The question of when, precisely, greenhouse-driven warming began to be observable against background natural variability is itself contested. An early review13 that examined the literature back to 1824 finds that scientific concern about global warming arose as early as 1938. Every decade since then has seen increased scientific attention and concern13, although no consensual onset date for global warming has been identified. Figure 2 therefore uses three different onset dates for the computation of all possible trends. Panel A uses the period 1951–2012, which was used by the IPCC in AR5 as the long term trend against which to define the “hiatus”6. Panel B uses 1964 as the onset of modern global warming, whereas Panel C uses 1976. Those two years are two standard deviations () below and above, respectively, of the best estimate (1970) of the onset of modern global warming in the GISS data set reported in a recent change-point analysis14. Panels B and C therefore approximate the lower and upper bound, respectively, of the 95% confidence interval for the onset of modern global warming by the change-point measure. All panels include data through 2012 because many of the articles in the corpus were written when the latest available data were for 2012 (or even earlier). (See the Online Supplementary Material for an extension of our analysis to the entire instrumental record.)

To permit a commensurable comparison, in all panels the distribution of all possible trends has the same propensity of trend durations as the “hiatus” in the corpus. Thus, each possible 10-year trend is replicated 8 times (as 8 articles in the corpus presumed the “hiatus” to extend over 10 years), each 11-year trend 5 times and so on as determined by the propensity of trend durations in the corpus. The distribution of trend durations is therefore identical between the two histograms in each panel.

Figure 2 demonstrates that, although the distribution of trends during the “hiatus” is shifted downward compared to the overall distribution of trends of the same durations, the “hiatus” distribution falls within the overall envelope of historically observed trends. For the IPCC base period (1951–2012; Panel A) there is little discernable difference between the two distributions. For the two years that bracket the most likely change-point onset of the modern warming period (Panels B and C), the “hiatus” distribution is more clearly offset towards the lower end but it is by no means unusual or extreme.

Moreover, for nearly 15% of imputed “hiatus” trends (5 out of 40 articles in the corpus), the warming exceeded the long-term trend used by the IPCC (1951–2012; vertical red lines in Fig. 2). Similarly, nearly 20% of operationalizations (7/40) referred to a period during which temperatures increased significantly (i.e., in OLS regression), which is not consistent with a “hiatus.”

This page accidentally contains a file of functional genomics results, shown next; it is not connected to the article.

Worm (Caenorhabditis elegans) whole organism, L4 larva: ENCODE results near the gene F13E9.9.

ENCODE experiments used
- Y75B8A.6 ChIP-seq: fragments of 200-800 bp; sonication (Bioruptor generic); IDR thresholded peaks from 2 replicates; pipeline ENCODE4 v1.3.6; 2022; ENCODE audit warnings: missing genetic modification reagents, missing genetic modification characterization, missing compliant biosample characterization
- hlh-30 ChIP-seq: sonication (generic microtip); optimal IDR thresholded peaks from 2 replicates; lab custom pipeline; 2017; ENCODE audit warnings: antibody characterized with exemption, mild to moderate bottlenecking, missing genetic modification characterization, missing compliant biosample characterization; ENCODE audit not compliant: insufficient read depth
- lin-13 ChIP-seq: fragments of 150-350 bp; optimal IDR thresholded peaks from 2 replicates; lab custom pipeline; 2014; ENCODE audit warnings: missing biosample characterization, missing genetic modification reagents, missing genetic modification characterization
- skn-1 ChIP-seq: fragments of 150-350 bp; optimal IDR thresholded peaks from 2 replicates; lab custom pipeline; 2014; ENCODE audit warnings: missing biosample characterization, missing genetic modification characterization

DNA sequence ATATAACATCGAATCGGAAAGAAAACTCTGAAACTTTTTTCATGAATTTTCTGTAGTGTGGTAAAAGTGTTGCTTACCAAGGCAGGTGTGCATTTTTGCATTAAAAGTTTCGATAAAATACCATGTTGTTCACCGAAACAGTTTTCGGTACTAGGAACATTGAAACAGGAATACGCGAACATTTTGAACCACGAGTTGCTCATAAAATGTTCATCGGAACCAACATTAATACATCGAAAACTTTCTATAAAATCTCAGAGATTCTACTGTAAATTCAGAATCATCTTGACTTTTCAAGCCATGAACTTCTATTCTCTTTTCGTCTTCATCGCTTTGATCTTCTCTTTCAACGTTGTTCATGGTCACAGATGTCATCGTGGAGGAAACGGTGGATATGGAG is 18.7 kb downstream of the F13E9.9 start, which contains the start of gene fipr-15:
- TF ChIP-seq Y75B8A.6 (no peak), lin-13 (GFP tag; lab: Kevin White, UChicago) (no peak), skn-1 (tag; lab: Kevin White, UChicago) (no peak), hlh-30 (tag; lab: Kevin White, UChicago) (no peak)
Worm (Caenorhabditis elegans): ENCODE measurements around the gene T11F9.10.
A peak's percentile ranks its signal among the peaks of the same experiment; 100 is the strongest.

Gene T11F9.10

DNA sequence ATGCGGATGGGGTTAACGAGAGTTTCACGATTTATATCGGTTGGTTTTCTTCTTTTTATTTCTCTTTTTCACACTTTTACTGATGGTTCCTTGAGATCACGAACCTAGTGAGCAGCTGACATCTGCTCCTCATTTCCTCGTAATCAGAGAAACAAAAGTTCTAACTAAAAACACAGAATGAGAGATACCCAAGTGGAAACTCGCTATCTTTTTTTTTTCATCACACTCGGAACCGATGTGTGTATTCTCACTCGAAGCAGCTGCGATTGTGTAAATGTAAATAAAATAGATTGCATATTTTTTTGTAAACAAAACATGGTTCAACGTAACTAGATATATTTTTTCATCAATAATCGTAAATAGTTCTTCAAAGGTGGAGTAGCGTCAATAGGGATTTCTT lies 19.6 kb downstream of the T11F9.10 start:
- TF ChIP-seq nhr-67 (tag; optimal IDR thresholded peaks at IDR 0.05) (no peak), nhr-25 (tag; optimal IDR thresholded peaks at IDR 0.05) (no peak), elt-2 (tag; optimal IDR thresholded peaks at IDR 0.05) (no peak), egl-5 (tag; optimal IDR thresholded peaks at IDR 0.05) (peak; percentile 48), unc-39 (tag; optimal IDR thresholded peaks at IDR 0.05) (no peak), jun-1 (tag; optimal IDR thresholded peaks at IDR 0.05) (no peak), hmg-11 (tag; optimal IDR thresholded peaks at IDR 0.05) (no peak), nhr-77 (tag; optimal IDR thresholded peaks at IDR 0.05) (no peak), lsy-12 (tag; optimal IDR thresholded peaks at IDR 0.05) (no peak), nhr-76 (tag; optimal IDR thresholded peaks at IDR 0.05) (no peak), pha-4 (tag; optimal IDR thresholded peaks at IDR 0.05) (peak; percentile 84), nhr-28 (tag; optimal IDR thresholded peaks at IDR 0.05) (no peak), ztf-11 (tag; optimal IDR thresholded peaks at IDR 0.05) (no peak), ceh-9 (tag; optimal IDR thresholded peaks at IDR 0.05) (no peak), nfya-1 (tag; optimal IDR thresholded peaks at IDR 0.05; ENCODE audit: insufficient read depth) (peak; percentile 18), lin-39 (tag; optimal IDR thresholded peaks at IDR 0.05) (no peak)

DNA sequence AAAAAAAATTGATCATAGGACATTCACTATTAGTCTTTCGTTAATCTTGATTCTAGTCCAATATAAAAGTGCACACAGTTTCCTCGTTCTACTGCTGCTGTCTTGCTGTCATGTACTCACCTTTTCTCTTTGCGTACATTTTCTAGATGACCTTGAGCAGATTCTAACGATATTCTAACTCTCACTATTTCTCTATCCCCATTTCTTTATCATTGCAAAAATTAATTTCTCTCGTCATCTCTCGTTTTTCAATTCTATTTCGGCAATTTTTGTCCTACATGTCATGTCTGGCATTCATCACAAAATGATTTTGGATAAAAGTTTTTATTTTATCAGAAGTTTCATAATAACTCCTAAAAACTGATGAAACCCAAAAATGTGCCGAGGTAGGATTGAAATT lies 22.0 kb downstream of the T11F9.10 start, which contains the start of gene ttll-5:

The results in Fig. 2 show that all operationalizations of the “hiatus” in the literature are unexceptional in the context of equivalent-length trends in the record of modern global warming. At most, the operationalizations in the literature support the conclusion that the rates of warming over some recent intervals have been toward the lower end of the historically-observed surface temperature record. However, they do not support the conclusion that there is a “pause” or “hiatus” in the warming.

The “hiatus” has always been there when sample size is small

We next analyzed the GMST data from all possible different vantage points (end years looking back in time) to examine whether a scientist in, say, 2014 or 2010 would have been justified in accepting the existence of a “hiatus” in warming relative to what would have been detectable at any other prior point in time.

Figure 3(A) shows the warming trends that were observable, given the available data at the time, for any vantage point between 1984 and 2014 (horizontal axis). For each vantage point, between 3 and 25 years were included in the trend calculation (vertical axis). The Online Supplementary Material extends this analysis to even longer time scales. Timescales of at least 17 years are known to be necessary for noise reduction and detection of a signal15.

Figure 3
figure 3